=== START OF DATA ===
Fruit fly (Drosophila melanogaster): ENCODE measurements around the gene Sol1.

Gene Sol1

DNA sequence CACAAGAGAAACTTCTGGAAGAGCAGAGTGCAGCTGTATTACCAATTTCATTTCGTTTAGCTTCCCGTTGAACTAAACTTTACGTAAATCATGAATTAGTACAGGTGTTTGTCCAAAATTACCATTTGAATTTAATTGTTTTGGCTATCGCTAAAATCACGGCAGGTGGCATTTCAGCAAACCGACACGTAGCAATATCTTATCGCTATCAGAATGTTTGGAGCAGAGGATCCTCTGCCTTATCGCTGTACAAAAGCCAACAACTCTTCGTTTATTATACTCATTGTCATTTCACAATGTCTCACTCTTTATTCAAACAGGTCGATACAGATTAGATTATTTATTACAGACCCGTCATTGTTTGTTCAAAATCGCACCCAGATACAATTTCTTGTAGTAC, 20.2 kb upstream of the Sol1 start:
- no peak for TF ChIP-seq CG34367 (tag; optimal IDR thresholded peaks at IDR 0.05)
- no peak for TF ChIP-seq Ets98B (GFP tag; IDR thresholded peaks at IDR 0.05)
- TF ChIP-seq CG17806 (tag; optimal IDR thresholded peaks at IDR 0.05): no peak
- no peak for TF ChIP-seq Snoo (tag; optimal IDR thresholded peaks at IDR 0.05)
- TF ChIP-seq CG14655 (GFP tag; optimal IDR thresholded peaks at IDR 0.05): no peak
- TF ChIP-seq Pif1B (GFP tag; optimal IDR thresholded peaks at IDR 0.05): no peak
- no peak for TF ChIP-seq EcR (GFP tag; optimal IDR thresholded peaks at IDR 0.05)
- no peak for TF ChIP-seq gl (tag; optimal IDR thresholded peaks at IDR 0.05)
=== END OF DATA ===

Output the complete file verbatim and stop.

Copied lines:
Fruit fly (Drosophila melanogaster): ENCODE measurements around the gene Sol1.

Gene Sol1

DNA sequence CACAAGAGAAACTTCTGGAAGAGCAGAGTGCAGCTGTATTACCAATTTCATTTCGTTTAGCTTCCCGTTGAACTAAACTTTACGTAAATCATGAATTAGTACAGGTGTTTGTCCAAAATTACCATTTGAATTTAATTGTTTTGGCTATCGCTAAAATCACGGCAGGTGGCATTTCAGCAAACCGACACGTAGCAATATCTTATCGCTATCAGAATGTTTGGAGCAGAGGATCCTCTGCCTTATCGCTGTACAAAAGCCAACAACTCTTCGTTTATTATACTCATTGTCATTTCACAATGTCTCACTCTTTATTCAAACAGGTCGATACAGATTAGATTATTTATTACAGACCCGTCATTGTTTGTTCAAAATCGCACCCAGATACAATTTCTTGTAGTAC, 20.2 kb upstream of the Sol1 start:
- no peak for TF ChIP-seq CG34367 (tag; optimal IDR thresholded peaks at IDR 0.05)
- no peak for TF ChIP-seq Ets98B (GFP tag; IDR thresholded peaks at IDR 0.05)
- TF ChIP-seq CG17806 (tag; optimal IDR thresholded peaks at IDR 0.05): no peak
- no peak for TF ChIP-seq Snoo (tag; optimal IDR thresholded peaks at IDR 0.05)
- TF ChIP-seq CG14655 (GFP tag; optimal IDR thresholded peaks at IDR 0.05): no peak
- TF ChIP-seq Pif1B (GFP tag; optimal IDR thresholded peaks at IDR 0.05): no peak
- no peak for TF ChIP-seq EcR (GFP tag; optimal IDR thresholded peaks at IDR 0.05)
- no peak for TF ChIP-seq gl (tag; optimal IDR thresholded peaks at IDR 0.05)